javaScript try

The try catch statement in javaScript is one way to go about preforming error handling when developing some javaScript code. The use of a try catch involves placing one or more statements of javaScript code in a try block that might cause an Error in some situations, in the event that an error does happen some additional javaScript in a catch block will be called and an error object will be present in this block to help with the process of handling the error.

The try catch statement is not a one stop solution for all Error handling tasks when it comes to working with Errors in javaScript, but is certainly one aspect of doing so along with other options. Other things to be aware of are error objects in certain callback functions that need to be handled differently typical with if statements, or conversion ro promises. Speaking of promises another thing about error handling is when working with catch function calls with promise chains which is yet another kinds of Error handling. Still the javaScript try catch statement is a good starting point when it comes to this topic.

So then with that said in this post I will be outlining some things to know about when working with the try catch statement, as well as any additional things that might come to mind thar relate to try catch, and error handling in javaScript.

1 - javaScript try basic example

For a basic example of a try catch block I have a sting that represents an invalid JSON string that should do nicely for a basic example. In a real example this JSON might be pulled from a file that might end up being malformed for one reason or another, but for the sake of this simple example it is just a string literal.

So then because the JSON is in fact invalid, when I attempt to try to parse the JSON string in the try block of the try catch statement into a workable object, this results in an Error as expected. Inside the body of the catch block I have it so I just log the resulting error message that is a property of the error object.

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var str = '{\"n\":\"27\"',
obj = {
n: 42
};
try {
obj = JSON.parse(str);
} catch (e) {
console.log(e.message); // Unexpected end of JSON input
}
console.log(obj.n); // 42

Instead of the script failing completely a try catch statement can be used to define what to do in the event of an error such as this. In many situations there is more than one kind of Error that can happen, and code can be placed in the catch block for all possible errors that can happen. The flow of the script will then continue instead of coming to a griding halt, and any and all action can be taken to address all Errors that can happen.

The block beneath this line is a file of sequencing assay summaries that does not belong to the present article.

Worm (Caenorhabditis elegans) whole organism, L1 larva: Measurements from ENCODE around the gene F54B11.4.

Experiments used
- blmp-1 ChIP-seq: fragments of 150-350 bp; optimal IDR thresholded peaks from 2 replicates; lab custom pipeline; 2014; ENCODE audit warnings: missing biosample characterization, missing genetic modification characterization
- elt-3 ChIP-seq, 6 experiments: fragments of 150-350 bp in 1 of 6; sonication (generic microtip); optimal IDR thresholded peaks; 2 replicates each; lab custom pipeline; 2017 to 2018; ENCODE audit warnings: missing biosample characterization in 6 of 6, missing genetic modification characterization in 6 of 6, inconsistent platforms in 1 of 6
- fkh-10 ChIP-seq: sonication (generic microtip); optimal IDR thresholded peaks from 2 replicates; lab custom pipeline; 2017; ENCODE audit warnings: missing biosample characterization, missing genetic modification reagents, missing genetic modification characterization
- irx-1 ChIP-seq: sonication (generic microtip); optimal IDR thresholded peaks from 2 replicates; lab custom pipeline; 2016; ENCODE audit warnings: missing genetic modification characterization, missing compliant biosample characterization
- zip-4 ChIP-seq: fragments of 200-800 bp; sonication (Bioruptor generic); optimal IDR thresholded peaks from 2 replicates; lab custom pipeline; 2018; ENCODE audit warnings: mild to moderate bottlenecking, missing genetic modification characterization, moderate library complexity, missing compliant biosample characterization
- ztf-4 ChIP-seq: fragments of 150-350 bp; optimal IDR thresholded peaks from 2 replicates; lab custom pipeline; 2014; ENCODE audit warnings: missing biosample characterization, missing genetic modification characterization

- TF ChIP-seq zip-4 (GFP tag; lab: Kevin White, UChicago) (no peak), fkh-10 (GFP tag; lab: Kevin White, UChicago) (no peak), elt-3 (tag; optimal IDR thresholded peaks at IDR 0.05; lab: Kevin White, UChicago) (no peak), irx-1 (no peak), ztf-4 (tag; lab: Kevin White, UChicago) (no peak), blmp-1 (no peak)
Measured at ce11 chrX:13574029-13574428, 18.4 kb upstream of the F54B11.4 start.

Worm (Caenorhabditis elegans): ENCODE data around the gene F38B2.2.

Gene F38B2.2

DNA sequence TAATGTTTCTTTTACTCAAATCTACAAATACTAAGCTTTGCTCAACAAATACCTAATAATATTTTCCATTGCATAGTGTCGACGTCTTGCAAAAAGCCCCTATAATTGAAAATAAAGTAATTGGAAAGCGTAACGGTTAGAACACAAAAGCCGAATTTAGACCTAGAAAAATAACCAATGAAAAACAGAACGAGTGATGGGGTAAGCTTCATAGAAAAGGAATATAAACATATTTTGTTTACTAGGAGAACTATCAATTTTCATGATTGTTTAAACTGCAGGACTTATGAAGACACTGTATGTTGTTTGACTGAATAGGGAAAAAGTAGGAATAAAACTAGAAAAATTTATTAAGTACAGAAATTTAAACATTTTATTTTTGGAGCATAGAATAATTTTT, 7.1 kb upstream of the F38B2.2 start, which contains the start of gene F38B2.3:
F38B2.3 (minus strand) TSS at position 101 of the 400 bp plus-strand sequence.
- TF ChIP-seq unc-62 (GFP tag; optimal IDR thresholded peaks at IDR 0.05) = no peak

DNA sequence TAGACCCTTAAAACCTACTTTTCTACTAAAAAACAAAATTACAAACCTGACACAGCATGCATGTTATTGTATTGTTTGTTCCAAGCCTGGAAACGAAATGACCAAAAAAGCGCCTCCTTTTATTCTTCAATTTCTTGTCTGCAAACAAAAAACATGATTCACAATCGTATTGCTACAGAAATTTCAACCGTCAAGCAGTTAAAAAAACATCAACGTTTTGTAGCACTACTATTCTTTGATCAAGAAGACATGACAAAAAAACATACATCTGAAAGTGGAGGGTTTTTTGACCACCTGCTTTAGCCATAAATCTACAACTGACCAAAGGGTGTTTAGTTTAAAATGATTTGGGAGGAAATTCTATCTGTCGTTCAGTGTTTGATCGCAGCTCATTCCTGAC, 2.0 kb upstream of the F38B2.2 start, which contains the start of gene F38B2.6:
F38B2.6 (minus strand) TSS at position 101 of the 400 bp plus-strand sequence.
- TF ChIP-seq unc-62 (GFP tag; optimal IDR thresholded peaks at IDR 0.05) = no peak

When it comes to something real say I am working on a project where I need to load a JSON file, or some other kind of file that serves as a config file of sorts for the application. I would want to not just log and error message to the console in the event that invalid JSON is loaded, or if the file is not there. In such a situation I might want to do something more such as look at another file system location for a backup file of sorts, or revert to using some hard coded settings, and write a new file with those settings.

So with that said now that we have the basic idea of try catch out of the way lets look at some more examples.

2 - The Deal with finally

The finally block is an optional additional block that can be added at the end of a try catch block, and it can also be used as a substitute for catch.

So many seem to find finality a is a little weird as on the surface it seems unnecessary, until one fines that it can be used with just try by itself. It is a block where the code that is defined in it will always execute regardless if an Error fires or not. As such why not just define some javaScript after a try catch block, sense that will always run as well? Well maybe there are some things that come up where the finally statement might actually need to be used possibly, so in this section I will be covering the topic of finally in the try catch block statement in detail.